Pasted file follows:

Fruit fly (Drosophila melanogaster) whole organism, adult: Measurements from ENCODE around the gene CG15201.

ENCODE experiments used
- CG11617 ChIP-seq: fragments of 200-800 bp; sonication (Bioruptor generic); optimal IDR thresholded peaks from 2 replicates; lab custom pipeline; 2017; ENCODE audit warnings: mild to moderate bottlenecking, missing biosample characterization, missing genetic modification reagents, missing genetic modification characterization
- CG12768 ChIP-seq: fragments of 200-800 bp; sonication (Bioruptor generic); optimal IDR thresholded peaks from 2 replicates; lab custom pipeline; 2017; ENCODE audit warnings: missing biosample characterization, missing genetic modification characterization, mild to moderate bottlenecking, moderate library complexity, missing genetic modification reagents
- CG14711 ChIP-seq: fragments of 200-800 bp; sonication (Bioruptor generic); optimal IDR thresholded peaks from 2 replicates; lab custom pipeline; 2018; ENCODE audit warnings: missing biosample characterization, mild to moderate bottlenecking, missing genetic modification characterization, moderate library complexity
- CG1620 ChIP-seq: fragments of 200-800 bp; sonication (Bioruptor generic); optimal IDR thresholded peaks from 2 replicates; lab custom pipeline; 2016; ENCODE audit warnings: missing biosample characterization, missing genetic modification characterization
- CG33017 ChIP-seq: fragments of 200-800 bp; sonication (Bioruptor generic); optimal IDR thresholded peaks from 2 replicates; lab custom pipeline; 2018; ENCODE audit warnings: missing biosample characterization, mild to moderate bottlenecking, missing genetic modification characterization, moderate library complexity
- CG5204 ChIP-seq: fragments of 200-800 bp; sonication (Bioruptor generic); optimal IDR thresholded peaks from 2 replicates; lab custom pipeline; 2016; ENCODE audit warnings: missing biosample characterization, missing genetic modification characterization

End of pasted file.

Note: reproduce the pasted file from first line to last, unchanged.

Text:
Fruit fly (Drosophila melanogaster) whole organism, adult: Measurements from ENCODE around the gene CG15201.

ENCODE experiments used
- CG11617 ChIP-seq: fragments of 200-800 bp; sonication (Bioruptor generic); optimal IDR thresholded peaks from 2 replicates; lab custom pipeline; 2017; ENCODE audit warnings: mild to moderate bottlenecking, missing biosample characterization, missing genetic modification reagents, missing genetic modification characterization
- CG12768 ChIP-seq: fragments of 200-800 bp; sonication (Bioruptor generic); optimal IDR thresholded peaks from 2 replicates; lab custom pipeline; 2017; ENCODE audit warnings: missing biosample characterization, missing genetic modification characterization, mild to moderate bottlenecking, moderate library complexity, missing genetic modification reagents
- CG14711 ChIP-seq: fragments of 200-800 bp; sonication (Bioruptor generic); optimal IDR thresholded peaks from 2 replicates; lab custom pipeline; 2018; ENCODE audit warnings: missing biosample characterization, mild to moderate bottlenecking, missing genetic modification characterization, moderate library complexity
- CG1620 ChIP-seq: fragments of 200-800 bp; sonication (Bioruptor generic); optimal IDR thresholded peaks from 2 replicates; lab custom pipeline; 2016; ENCODE audit warnings: missing biosample characterization, missing genetic modification characterization
- CG33017 ChIP-seq: fragments of 200-800 bp; sonication (Bioruptor generic); optimal IDR thresholded peaks from 2 replicates; lab custom pipeline; 2018; ENCODE audit warnings: missing biosample characterization, mild to moderate bottlenecking, missing genetic modification characterization, moderate library complexity
- CG5204 ChIP-seq: fragments of 200-800 bp; sonication (Bioruptor generic); optimal IDR thresholded peaks from 2 replicates; lab custom pipeline; 2016; ENCODE audit warnings: missing biosample characterization, missing genetic modification characterization